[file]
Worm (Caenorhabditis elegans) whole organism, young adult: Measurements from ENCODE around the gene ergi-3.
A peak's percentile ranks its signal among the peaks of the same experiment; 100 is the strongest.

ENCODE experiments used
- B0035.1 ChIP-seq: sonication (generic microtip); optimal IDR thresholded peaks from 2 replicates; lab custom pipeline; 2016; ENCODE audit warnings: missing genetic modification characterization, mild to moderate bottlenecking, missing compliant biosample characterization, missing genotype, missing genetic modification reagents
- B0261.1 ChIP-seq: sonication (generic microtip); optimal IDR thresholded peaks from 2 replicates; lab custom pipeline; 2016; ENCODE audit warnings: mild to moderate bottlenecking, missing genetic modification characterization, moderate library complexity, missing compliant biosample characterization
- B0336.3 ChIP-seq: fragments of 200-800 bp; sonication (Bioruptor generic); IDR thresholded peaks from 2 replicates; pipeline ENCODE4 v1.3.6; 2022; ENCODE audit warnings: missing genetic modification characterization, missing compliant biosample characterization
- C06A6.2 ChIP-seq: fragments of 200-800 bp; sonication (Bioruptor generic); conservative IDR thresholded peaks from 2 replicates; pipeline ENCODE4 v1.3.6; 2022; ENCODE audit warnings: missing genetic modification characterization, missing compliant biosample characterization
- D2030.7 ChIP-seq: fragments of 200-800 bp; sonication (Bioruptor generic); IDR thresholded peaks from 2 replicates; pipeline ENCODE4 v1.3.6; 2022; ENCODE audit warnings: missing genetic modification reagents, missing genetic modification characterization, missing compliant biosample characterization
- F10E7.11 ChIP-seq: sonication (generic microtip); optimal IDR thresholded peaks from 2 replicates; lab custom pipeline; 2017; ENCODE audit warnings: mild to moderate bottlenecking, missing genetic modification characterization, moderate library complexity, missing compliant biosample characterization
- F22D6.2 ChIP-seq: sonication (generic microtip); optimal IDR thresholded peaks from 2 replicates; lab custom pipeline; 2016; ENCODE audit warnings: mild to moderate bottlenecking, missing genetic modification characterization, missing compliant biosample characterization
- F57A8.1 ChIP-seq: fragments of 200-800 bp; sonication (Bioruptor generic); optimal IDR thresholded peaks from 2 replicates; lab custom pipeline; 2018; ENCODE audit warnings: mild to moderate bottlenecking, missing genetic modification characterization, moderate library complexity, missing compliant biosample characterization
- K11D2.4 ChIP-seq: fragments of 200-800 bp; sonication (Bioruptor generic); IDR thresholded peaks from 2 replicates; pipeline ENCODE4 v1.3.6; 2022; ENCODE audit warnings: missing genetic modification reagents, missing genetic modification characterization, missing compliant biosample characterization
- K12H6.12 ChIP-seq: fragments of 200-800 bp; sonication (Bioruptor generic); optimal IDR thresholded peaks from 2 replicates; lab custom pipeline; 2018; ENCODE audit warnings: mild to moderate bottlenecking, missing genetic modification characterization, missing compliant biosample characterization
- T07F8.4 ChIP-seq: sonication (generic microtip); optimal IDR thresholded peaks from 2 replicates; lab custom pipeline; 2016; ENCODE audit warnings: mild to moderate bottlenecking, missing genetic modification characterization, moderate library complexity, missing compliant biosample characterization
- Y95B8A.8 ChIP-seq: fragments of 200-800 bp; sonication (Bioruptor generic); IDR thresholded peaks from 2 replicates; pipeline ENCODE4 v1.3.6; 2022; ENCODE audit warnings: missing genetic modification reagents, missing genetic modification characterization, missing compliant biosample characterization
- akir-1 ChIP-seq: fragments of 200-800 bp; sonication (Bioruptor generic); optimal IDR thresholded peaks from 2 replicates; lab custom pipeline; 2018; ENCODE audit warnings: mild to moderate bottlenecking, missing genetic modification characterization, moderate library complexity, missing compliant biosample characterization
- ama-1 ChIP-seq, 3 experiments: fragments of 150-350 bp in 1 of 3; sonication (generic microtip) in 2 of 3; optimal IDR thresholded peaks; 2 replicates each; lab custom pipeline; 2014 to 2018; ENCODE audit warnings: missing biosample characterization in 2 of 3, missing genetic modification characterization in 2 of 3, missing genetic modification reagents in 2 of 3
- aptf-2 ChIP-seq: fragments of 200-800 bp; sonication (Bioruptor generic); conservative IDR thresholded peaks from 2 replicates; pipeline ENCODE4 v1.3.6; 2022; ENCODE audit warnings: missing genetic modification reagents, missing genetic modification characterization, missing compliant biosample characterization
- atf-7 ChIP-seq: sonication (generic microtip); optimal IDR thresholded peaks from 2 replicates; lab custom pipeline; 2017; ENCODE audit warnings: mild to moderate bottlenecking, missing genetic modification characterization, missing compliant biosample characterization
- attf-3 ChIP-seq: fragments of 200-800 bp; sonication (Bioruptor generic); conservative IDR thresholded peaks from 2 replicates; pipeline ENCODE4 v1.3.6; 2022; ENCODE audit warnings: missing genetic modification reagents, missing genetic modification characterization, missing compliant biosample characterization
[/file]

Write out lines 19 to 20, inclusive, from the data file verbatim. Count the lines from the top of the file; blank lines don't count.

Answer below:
- atf-7 ChIP-seq: sonication (generic microtip); optimal IDR thresholded peaks from 2 replicates; lab custom pipeline; 2017; ENCODE audit warnings: mild to moderate bottlenecking, missing genetic modification characterization, missing compliant biosample characterization
- attf-3 ChIP-seq: fragments of 200-800 bp; sonication (Bioruptor generic); conservative IDR thresholded peaks from 2 replicates; pipeline ENCODE4 v1.3.6; 2022; ENCODE audit warnings: missing genetic modification reagents, missing genetic modification characterization, missing compliant biosample characterization